The downside for CPO is limited, but there isn’t much in the way of catalysts for the sector either, according to expert
by NG MIN SHEN/ pic by BLOOMBERG
THE near-term outlook on plantation counters continues to hover in the neutral zone with limited downside risks, after the first half of 2019 (1H19) was marred by high stockpiles and an overall bearish sentiment towards commodities due to a re-escalation of US-China trade tensions and the African swine fever outbreak in China.
With some five million people involved in the entire value chain of the industry, the low crude palm oil (CPO) prices have a significant impact on consumer spending and the wider economy.
Due to bearish demand-supply fundamentals of the edible oils market, analysts are advising a long-term view on Bursa Malaysia-listed palm oil companies, as slowing output growth should boost the sector over the next one to two years, while selected planters affected by operational issues continue to work towards management and financial improvements.
“The downside for CPO is limited, but there isn’t much in the way of catalysts for the sector either. At current levels, CPO prices are unlikely to drop much further, nor bounce much higher — unless the weather turns and stockpiles drop,” Rakuten Trade Sdn Bhd research VP Vincent Lau told The Malaysian Reserve.
He said a longer-term position would be more advisable for CPO counters, with hopes for a possible recovery at troubled planter FGV Holdings Bhd.
International rating agency Fitch Ratings Inc last week stated some palm oil producers face increased risks in their credit profiles after sustained weak performance in the first quarter (1Q).
CPO prices fell 22% year-on-year in the 1Q and hit earnings of planters with lower upstream productivity and lack of downstream operations.
Lau said PPB Group Bhd remains a stable choice, given its steady track record, while Sime Darby Plantation Bhd, in a move to improve its cashflow, last week disposed of its loss-making Indonesian unit.
Sime Darby Plantation is also expected to decide soon on whether or not to sell its loss-making operations in Liberia.
Shares of both FGV and IOI Corp Bhd closed unchanged at RM1.14 and RM4.24 respectively yesterday, while
Sime Darby Plantation fell 1.22% to RM4.84.
TH Plantations Bhd plunged 4.67% to 51 sen and Kuala Lumpur Kepong Bhd (KLK) slipped 0.57% to RM24.44. PPB Group dipped 0.22% to RM18.56.
Malaysian CPO futures rose yesterday to RM1,967 a tonne for the benchmark contract, despite sector production having registered a surprise increase and export numbers from top global palm oil producers showing weakness.
CPO futures contracts are trading near seven-month lows following a jump in soy complex futures after the US last Friday said it sold 544,000 tonnes of its soybeans to China, ahead of a meeting between US and Chinese presidents Donald Trump and Xi Jinping on Saturday.
Exports of Malaysian palm oil products also slid 19.9% to 1.34 million tonnes in June from 1.68 million tonnes in May, according to data compiled by cargo surveyor Intertek Testing Services (M) Sdn Bhd.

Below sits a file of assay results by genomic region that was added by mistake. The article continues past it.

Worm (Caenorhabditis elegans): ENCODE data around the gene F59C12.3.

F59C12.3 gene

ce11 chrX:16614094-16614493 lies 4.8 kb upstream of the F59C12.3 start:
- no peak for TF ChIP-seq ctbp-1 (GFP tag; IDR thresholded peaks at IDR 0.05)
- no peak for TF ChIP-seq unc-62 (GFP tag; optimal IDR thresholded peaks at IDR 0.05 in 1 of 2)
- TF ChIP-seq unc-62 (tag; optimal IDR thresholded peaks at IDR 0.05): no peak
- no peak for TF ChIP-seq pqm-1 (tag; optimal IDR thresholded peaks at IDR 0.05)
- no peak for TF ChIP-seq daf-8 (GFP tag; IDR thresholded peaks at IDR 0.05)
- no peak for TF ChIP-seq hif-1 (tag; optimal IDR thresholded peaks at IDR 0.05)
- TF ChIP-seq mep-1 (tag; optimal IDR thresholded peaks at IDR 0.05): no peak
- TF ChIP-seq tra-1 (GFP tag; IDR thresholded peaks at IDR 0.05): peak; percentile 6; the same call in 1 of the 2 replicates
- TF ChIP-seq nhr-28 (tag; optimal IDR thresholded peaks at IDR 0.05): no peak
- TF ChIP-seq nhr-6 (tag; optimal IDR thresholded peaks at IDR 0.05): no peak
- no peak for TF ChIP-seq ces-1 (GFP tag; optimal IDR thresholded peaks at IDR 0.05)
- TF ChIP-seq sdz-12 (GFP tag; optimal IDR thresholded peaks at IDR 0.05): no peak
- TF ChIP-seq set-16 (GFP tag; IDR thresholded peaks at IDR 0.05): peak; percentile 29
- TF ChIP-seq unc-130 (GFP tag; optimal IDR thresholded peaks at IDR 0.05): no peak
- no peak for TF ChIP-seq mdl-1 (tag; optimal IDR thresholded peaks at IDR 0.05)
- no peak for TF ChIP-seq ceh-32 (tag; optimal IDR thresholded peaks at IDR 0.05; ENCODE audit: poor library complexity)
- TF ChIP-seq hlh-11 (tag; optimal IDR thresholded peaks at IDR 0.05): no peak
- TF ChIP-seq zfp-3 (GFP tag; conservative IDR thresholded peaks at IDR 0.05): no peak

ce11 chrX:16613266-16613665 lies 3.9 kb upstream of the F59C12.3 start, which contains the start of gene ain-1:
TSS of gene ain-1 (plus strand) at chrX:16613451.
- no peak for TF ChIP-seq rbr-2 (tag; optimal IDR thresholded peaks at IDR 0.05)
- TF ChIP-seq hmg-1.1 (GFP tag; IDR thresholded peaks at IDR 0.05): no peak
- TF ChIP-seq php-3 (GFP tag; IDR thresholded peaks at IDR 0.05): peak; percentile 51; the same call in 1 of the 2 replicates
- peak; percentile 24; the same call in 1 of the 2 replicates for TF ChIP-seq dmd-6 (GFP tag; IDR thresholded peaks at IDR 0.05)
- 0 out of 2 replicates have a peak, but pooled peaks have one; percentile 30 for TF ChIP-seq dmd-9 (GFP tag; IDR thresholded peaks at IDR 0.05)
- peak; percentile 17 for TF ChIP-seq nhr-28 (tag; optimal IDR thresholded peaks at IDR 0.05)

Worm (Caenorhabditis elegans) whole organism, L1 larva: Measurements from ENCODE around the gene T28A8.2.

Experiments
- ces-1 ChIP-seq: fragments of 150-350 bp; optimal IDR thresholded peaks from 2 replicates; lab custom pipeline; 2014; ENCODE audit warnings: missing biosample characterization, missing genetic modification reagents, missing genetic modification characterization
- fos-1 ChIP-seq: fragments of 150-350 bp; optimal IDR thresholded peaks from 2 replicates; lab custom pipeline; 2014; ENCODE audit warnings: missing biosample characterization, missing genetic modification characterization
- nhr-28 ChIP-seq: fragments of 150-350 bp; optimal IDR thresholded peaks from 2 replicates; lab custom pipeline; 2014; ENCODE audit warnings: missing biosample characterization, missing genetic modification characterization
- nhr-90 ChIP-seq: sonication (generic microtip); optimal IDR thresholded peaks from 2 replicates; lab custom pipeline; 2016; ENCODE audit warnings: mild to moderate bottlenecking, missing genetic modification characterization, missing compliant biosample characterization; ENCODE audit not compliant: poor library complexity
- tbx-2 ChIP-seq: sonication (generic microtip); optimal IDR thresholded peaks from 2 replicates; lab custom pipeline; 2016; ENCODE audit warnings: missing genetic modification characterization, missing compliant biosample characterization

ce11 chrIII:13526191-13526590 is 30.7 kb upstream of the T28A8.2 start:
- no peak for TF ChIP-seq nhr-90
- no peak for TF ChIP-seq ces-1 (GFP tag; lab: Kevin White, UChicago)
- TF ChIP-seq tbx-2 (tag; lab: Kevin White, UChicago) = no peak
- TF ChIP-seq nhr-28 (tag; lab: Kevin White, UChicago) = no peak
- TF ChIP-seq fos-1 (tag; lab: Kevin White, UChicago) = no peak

On a month-on-month basis, the country’s exports in June were down 19.6%, inspection firm AmSpec Agri Malaysia said.
Maybank Investment Bank Bhd (Maybank IB) last week cut its estimated CPO average selling price (ASP) for 2019 to 2021 to RM2,100/RM2,300/ RM2,400 per metric tonne, down by 6% to 11% on weaker than expected spot CPO ASP in the first six months of 2019.
“Much of the negatives have been priced in, in our view, and the slowdown in palm oil output growth should trigger improved CPO prices in the next 12-18 months.
“Our 12-month neutral view on the sector is unchanged as the Malaysian large-caps have largely priced in a CPO price recovery. But long funds should consider taking the opportunity to accumulate bombed out small- and mid-caps during this downcycle,” the research firm said.
It expects firmer CPO prices in 2H19 and 2020, as the recent low prices have stimulated demand — which in turn has resulted in a drawdown of stockpiles in the first five months of this year as exports outpaced production growth.
Separately, the research house said it is keeping its ‘Hold’ calls on IOI Corp, KLK, TH Plantations and Sime Darby Plantation, given that catalysts are lacking in the market.
Positives for IOI Corp include a defensive integrated business model, plus a low-cost upstream division, while KLK has the benefit of a diversified business model with earnings contributions from oleo-chemicals and property development.
TH Plantations is expected to post core losses over the next three years up to 2021 due to its relatively high operating cost of production, although Maybank IB said the group’s share price downside is limited as it now trades at 0.6 times its price-to-book ratio.
Sime Darby Plantation plans to monetise some of its landbank and raise about RM1 billion this year to help weather the lull in CPO prices.
FGV, meanwhile, is facing resistance from shareholders — like the Federal Land Development Authority which holds a 33.7% stake — who voted against a remuneration package for FGV’s directors due to its poor financial performance.